Searching over 5,500,000 cases.

Buy This Entire Record For $7.95

Official citation and/or docket number and footnotes (if any) for this case available with purchase.

Learn more about what you receive with purchase of this case.

Yeager v. Bowlin


January 6, 2010



Plaintiffs General Charles "Chuck" Yeager, (Ret.) ("Yeager") and the General Chuck Yeager Foundation ("Foundation") filed this lawsuit alleging various claims against defendants Connie Bowlin, Ed Bowlin, David McFarland, Aviation Autographs, Bowlin and Associates, Inc. ("B&A"), Spalding Services, Inc., and International Association of Eagles, Inc. Currently before the court is defendants Connie Bowlin, Ed Bowlin, Aviation Autographs, and B&A's motion for summary judgment pursuant to Federal Rule of Civil Procedure 56.*fn1

I. Summary Judgment Standard

Summary judgment is proper "if the pleadings, the discovery and disclosure materials on file, and any affidavits show that there is no genuine issue as to any material fact and that the movant is entitled to judgment as a matter of law."

Fed. R. Civ. P. 56(c). A material fact is one that could affect the outcome of the suit, and a genuine issue is one that could permit a reasonable jury to enter a verdict in the non-moving party's favor. Anderson v. Liberty Lobby, Inc., 477 U.S. 242, 248 (1986). The party moving for summary judgment bears the initial burden of establishing the absence of a genuine issue of material fact and can satisfy this burden by presenting evidence that negates an essential element of the non-moving party's case. Celotex Corp. v. Catrett, 477 U.S. 317, 322-23 (1986). Alternatively, the moving party can demonstrate that the non-moving party cannot produce evidence to support an essential element upon which it will bear the burden of proof at trial.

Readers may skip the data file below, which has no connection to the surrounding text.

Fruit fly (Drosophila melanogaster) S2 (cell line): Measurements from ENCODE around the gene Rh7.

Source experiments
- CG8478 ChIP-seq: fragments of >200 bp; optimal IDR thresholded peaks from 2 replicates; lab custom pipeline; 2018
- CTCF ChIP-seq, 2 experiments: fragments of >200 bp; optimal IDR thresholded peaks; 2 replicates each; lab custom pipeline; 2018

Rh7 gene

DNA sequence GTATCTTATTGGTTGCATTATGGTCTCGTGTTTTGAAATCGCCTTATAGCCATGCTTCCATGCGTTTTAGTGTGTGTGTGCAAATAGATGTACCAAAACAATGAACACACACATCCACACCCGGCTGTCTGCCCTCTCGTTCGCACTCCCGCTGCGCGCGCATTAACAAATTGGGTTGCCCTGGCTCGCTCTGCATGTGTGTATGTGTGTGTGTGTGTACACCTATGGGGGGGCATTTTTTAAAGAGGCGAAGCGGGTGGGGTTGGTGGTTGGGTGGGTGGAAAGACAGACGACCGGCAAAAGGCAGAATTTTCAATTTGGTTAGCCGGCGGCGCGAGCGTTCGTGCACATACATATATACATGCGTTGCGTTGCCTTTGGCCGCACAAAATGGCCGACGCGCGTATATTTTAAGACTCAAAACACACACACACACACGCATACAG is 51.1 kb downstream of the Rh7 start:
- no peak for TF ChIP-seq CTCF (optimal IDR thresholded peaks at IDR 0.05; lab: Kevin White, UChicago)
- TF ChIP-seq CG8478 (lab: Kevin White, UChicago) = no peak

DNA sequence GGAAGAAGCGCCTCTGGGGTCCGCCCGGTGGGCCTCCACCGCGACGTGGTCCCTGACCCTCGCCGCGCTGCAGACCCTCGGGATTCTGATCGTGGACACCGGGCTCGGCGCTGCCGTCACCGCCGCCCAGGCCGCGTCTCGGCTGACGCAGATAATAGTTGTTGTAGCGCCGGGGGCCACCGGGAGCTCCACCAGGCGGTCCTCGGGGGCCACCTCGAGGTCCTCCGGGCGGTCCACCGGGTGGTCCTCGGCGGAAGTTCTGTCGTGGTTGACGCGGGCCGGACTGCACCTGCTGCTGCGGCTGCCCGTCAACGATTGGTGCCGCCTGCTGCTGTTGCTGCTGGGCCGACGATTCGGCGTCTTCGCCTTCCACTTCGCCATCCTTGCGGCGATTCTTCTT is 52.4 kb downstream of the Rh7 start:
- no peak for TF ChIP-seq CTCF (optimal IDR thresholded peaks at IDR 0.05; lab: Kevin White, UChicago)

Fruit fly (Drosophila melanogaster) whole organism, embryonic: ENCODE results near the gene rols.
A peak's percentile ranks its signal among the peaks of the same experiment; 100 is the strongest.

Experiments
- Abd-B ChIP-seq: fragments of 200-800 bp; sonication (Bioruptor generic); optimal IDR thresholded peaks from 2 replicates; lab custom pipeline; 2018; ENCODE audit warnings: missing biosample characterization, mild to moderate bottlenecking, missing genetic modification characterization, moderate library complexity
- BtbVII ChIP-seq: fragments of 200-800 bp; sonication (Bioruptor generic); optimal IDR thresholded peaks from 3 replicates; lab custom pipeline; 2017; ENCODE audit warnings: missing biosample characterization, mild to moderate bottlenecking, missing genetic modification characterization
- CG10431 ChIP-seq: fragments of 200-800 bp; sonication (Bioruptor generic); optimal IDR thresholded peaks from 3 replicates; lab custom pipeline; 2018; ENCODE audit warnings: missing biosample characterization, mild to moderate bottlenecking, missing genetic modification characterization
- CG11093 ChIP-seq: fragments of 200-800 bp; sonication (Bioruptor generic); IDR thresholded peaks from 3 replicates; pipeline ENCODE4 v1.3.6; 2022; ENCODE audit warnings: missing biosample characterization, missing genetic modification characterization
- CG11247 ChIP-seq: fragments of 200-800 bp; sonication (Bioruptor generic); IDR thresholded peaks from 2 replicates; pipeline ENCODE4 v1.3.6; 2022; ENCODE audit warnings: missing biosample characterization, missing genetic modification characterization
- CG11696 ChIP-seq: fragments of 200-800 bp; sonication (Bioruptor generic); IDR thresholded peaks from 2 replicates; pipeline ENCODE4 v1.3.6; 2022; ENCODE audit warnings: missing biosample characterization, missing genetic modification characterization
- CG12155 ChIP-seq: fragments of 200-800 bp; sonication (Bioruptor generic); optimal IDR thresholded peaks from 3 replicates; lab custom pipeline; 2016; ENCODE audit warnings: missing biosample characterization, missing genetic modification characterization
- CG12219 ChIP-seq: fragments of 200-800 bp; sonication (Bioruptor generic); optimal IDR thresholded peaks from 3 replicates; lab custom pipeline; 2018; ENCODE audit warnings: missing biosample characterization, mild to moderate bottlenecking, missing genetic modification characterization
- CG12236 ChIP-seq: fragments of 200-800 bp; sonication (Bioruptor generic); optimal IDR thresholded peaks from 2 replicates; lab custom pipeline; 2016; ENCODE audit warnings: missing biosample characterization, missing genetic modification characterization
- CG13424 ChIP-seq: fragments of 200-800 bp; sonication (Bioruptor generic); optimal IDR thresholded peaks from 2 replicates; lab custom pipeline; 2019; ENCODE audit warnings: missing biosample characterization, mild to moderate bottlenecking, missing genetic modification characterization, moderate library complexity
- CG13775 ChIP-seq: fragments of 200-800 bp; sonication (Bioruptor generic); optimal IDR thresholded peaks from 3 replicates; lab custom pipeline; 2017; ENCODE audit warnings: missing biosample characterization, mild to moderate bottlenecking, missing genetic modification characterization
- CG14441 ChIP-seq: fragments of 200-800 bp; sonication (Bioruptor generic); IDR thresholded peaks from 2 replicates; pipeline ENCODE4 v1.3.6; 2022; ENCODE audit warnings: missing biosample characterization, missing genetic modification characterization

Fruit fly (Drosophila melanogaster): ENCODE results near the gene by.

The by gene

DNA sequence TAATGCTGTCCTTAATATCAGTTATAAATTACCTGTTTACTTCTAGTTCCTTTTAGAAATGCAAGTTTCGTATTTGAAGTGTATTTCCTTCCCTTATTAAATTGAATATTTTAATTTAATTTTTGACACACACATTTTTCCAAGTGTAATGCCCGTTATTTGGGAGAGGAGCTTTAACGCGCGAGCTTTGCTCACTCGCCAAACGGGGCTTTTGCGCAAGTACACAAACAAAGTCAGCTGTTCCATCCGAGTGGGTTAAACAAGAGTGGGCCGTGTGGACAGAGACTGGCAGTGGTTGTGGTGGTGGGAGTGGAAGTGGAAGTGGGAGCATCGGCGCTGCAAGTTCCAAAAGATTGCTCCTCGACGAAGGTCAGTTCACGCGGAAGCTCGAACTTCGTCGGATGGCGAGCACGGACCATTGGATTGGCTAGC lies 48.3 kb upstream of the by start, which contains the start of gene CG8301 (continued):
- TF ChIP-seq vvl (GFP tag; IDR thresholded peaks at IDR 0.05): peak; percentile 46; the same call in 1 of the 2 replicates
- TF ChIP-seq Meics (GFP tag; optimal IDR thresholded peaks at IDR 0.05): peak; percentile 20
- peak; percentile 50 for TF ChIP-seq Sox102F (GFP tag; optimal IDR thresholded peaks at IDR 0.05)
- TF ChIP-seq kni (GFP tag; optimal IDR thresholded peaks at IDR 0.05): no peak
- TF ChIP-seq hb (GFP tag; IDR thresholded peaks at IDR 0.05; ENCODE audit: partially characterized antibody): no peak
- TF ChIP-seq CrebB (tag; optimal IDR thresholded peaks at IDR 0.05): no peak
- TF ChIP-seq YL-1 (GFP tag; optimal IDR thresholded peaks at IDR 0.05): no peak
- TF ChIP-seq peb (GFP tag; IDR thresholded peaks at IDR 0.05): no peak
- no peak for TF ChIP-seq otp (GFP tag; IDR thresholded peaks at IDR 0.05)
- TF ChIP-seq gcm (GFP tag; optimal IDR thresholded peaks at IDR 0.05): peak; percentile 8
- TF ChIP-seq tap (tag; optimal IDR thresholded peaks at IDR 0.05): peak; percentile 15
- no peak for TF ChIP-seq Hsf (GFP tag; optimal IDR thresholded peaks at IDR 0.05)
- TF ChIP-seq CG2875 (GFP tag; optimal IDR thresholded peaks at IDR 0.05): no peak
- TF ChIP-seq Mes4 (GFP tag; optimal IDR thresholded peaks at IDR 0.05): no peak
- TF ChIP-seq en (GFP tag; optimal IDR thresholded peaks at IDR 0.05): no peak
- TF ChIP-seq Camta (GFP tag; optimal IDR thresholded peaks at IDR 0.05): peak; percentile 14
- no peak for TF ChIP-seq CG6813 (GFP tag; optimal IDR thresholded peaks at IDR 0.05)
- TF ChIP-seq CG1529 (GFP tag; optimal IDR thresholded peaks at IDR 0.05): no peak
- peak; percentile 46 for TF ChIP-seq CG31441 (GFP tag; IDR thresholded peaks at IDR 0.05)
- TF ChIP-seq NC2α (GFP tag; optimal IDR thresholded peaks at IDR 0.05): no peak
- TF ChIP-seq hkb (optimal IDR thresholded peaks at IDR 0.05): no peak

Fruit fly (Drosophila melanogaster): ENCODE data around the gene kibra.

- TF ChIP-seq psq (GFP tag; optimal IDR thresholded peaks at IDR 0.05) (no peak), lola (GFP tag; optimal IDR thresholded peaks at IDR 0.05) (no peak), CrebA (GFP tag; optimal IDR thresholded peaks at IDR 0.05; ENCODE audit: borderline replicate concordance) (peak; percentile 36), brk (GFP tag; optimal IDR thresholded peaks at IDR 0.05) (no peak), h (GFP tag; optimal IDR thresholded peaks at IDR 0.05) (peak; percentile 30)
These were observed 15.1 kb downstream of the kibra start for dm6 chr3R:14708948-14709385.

Once the moving party meets its initial burden, the non-moving party "may not rely merely on allegations or denials in its own pleading," but must go beyond the pleadings and, "by affidavits or as otherwise provided in [Rule 56,] set out specific facts showing a genuine issue for trial." Fed. R. Civ. P. 56(e); Celotex Corp., 477 U.S. at 324; Valandingham v. Bojorquez, 866 F.2d 1135, 1137 (9th Cir. 1989). In its inquiry, the court must view any inferences drawn from the underlying facts in the light most favorable to the nonmoving party, but may not engage in credibility determinations or weigh the evidence. Anderson, 477 U.S. at 255; Matsushita Elec. Indus. Co., Ltd. v. Zenith Radio Corp., 475 U.S. 574, 587 (1986).

II. Evidentiary Objections

Despite the frustrations repeatedly expressed by this and other courts,*fn2 the practice of cluttering the record with unnecessary evidentiary objections in connection with summary judgment motions appears to have become institutionalized. In this case for example, plaintiffs filed 86 separate evidentiary objections to defendants' proffered evidence and declarations in support of the motion, contending that many of the submitted facts are "irrelevant," lack personal knowledge, or are supported by evidence which is hearsay. Not to be outdone, in reply, defendants filed 57 evidentiary objections to the declarations submitted by plaintiffs in their opposition.

At trial, most lawyers do not object to questions when the answers are not likely to be damaging to their client's position in the case or where it is clear that the information sought by the question can eventually be elicited by proper questioning. Not so in the context of a summary judgment motion. In that context, lawyers routinely make every conceivable objection to the statements contained in a declaration submitted by the other party. Just as an example, in this case defendants object to the statements in Yeager's declaration to the effect that Dave McFarland made the F-15 print and First Day Covers, that Yeager sent McFarland the prints so that McFarland could sell them for Yeager, and that the Bowlins found the warehouse where McFarland stored the Hey Pard and F-15 prints and First Day Covers. All of these statements are perfectly consistent with, and indeed would tend to support, defendants' interpretation of the facts.

The court perceives at least two reasons for this difference in practice. First, in the setting of a jury trial, counsel run the risk of antagonizing the jury by repeatedly making unnecessary objections. An irritated jury might retaliate by deciding the case against their client. In the context of a summary judgment motion, however, lawyers are entitled to assume that even an irritated judge will decide the motion on its merits and will not retaliate against them.